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Iran Regime Relying on Chinese Parts to Supply Drones to Russia

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As Russia forces continue their invasion of Ukraine, a new report Monday found that the Islamic Republic of Iran has been relying on Chinese parts for its drone program, despite increasing pressure from the US and its allies to choke off the global supply chain.

Investigators made the shocking discovery after a drone shot down by Ukrainian forces in April of this year had a high-voltage converter made in China in January.

Researchers concluded that the Islamic Republic of Iran could build and ship drones to Russia faster than many anticipated, thanks to Beijing's fast shipping capabilities.

Upon examination of the downed drone, the Deputy Director of Operations at Conflict Armament Research, Damien Spleeters, said it offered hints of its production in Tehran with other foreign parts. Officials say the drone had an Iranian-made engine created by a company sanctioned by the US and its allies for its role in the regime's military drone program.

"I'm surprised this is the first time we've been seeing Chinese Components in Iranian drones - we've already seen that the majority of Iranian drone components are sourced from the United States and Europe," said Gabriel Noronha, a former State Department Advisor on Iran, and Fellow at the Jewish Institute for National Security of America (JINSA).

The invasion of Ukraine last year has led to strains on global weapons supplies, with the US and its Western European allies struggling to provide Ukraine with the firepower needed to push back Russian military troops. As the US and European countries continue to enact severe economic sanctions against Russia for its invasion, Putin has relied on allies in the Middle East and Asia to support his invasion.

Last year, Russia turned to Tehran to meet its weapons needs, using Iranian drones and military experts to train Russian troops in their military operations. While Ukrainian officials say they have been able to shoot down Iranian drones, Moscow has not stopped deploying such military weaponry, straining Kyiv's air defenses.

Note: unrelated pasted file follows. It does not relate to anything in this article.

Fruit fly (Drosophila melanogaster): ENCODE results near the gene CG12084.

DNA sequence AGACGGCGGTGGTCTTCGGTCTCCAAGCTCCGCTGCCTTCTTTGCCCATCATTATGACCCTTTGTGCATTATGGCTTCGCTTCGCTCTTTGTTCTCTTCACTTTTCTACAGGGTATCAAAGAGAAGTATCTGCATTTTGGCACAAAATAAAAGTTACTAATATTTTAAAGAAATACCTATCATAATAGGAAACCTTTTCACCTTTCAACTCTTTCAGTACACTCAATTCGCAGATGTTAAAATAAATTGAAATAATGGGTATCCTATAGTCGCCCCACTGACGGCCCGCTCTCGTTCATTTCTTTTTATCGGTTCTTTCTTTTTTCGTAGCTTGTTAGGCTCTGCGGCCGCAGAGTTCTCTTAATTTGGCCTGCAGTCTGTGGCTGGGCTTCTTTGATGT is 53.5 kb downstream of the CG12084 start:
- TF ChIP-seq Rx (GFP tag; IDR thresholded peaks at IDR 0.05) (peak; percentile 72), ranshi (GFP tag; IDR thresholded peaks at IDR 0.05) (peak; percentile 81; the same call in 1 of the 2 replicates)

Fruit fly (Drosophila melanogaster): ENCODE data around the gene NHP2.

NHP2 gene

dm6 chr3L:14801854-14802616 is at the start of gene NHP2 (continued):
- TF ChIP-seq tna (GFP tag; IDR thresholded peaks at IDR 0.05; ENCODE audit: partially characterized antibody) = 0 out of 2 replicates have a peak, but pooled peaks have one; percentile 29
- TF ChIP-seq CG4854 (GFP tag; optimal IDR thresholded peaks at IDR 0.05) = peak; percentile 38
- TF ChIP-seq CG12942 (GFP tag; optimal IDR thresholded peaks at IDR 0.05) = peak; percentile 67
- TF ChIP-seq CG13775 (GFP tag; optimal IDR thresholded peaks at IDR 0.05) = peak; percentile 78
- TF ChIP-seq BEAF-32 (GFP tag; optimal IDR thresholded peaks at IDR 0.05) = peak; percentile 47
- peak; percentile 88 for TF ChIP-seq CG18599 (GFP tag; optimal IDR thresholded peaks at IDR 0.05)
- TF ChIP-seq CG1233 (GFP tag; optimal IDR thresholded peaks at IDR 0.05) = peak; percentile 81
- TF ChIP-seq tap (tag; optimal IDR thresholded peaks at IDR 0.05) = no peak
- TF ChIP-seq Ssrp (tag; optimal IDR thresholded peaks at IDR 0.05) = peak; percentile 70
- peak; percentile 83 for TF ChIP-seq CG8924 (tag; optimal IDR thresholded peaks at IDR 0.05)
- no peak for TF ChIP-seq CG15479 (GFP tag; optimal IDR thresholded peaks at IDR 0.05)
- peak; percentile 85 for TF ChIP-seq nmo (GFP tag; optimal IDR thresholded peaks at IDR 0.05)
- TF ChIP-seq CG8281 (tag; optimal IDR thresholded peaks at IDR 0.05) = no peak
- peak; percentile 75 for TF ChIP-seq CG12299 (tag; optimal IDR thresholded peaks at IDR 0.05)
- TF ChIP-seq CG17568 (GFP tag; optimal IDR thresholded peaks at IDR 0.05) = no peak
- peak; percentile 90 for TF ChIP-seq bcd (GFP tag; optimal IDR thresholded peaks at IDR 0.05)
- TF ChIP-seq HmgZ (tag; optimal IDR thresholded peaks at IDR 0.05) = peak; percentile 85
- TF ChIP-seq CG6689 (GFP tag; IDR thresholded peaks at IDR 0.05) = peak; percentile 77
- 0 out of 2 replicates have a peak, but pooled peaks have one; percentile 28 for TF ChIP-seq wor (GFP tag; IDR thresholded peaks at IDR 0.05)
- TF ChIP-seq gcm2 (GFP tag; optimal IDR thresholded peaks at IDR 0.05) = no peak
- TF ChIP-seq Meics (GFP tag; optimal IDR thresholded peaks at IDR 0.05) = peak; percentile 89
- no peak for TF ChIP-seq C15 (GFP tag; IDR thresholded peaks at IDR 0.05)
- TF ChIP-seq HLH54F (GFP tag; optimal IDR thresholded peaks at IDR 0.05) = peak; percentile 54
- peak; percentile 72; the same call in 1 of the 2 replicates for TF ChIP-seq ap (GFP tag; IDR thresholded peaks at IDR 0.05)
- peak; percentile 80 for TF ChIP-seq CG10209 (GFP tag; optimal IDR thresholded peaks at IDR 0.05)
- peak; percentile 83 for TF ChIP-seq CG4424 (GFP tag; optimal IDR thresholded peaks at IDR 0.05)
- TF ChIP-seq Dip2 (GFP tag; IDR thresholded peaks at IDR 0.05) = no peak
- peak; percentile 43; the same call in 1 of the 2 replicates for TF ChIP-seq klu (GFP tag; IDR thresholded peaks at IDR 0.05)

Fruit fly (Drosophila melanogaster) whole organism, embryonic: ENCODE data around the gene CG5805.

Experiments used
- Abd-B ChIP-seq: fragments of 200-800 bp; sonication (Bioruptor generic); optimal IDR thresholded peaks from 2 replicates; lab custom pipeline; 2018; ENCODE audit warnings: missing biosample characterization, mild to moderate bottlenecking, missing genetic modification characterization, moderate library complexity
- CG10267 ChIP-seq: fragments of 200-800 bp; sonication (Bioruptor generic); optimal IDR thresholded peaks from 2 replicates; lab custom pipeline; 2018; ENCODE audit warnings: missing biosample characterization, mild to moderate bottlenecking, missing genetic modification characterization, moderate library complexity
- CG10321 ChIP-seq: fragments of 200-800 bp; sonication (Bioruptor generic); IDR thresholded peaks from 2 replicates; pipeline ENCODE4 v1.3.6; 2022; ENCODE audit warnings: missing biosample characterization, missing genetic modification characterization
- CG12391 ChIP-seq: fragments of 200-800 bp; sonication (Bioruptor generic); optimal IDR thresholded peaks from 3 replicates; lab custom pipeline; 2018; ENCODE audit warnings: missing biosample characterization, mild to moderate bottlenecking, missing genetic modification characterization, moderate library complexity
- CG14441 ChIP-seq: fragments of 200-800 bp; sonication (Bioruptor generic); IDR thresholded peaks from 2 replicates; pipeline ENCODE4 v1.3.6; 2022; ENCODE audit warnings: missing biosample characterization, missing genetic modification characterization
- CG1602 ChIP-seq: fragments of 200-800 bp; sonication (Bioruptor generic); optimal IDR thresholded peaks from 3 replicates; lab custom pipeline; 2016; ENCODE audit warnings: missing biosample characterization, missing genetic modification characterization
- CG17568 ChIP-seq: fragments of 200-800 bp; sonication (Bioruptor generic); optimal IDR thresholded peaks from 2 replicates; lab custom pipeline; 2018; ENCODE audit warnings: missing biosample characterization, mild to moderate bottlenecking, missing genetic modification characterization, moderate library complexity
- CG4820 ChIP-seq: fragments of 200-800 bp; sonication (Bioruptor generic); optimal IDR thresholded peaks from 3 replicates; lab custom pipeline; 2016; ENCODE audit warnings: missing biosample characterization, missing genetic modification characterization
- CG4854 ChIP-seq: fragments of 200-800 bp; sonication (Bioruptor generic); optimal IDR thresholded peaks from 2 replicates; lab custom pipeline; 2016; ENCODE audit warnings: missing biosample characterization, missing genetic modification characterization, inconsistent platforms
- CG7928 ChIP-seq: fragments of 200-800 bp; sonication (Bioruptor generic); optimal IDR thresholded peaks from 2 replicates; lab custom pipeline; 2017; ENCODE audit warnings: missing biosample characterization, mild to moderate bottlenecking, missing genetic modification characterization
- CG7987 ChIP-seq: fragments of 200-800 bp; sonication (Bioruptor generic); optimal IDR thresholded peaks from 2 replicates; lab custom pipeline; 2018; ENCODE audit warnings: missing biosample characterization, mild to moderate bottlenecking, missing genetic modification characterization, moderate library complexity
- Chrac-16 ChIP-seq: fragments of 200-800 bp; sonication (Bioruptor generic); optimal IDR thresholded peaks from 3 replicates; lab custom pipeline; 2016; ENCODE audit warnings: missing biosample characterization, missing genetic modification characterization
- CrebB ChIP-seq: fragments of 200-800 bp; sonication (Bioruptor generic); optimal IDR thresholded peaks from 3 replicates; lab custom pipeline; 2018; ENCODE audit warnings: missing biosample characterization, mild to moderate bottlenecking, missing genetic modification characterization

In May, the Biden administration said Russia depleted its supply of Iranian drones, leading Moscow to ask Tehran to send more for its military. Last week, the Biden White House said that Tehran had sent hundreds of drones to Russia on ships via the Caspian Sea.

The Biden White House confirmed the reporting in recent months on the Islamic Republic's collaboration with Russia's military to use the Caspian Sea to ship weapons and build a drone factory in Russia.

Noronha notes that the latest revelations "point to Beijing's hesitancy to violate UN Security Council Resolution 2231 until its prohibitions on exports to Iran of long-range drone and ballistic missile-related goods and technologies expire in October 2023."

National Security experts say that the new revelations highlight the challenges the US and its allies face in trying to stop the flow of parts from around the world to Iran's drone factories. While global sanctions have tried to prevent the flow of parts from Tehran, analysts say they have had little impact. Others also note that sanctioning voltage converters is difficult, given their usage in commercial electronics.

China and Hong Kong have been used as distribution places for the Islamic Republic's drone production, which has also gone to supply the Iranian-backed Houthi terrorists in Yemen. For the past few years, Tehran has relied on military drones to attack Saudi Arabian and Israeli oil shipments and attack Riyadh, fomenting chaos and terror in the Middle East.

In late January, powerful explosions damaged a weapons factory in the central city of Isfahan, which produced drones for the Russian military. According to officials, many believe the state of Israel was the one that led the operation, marking a devastating blow inside Iran.

"At that point, I think we'll see far more Chinese weapons, components, and technology flowing to Iran, including for its drone program and potentially its missile program as well," Noronha told The Foreign Desk.

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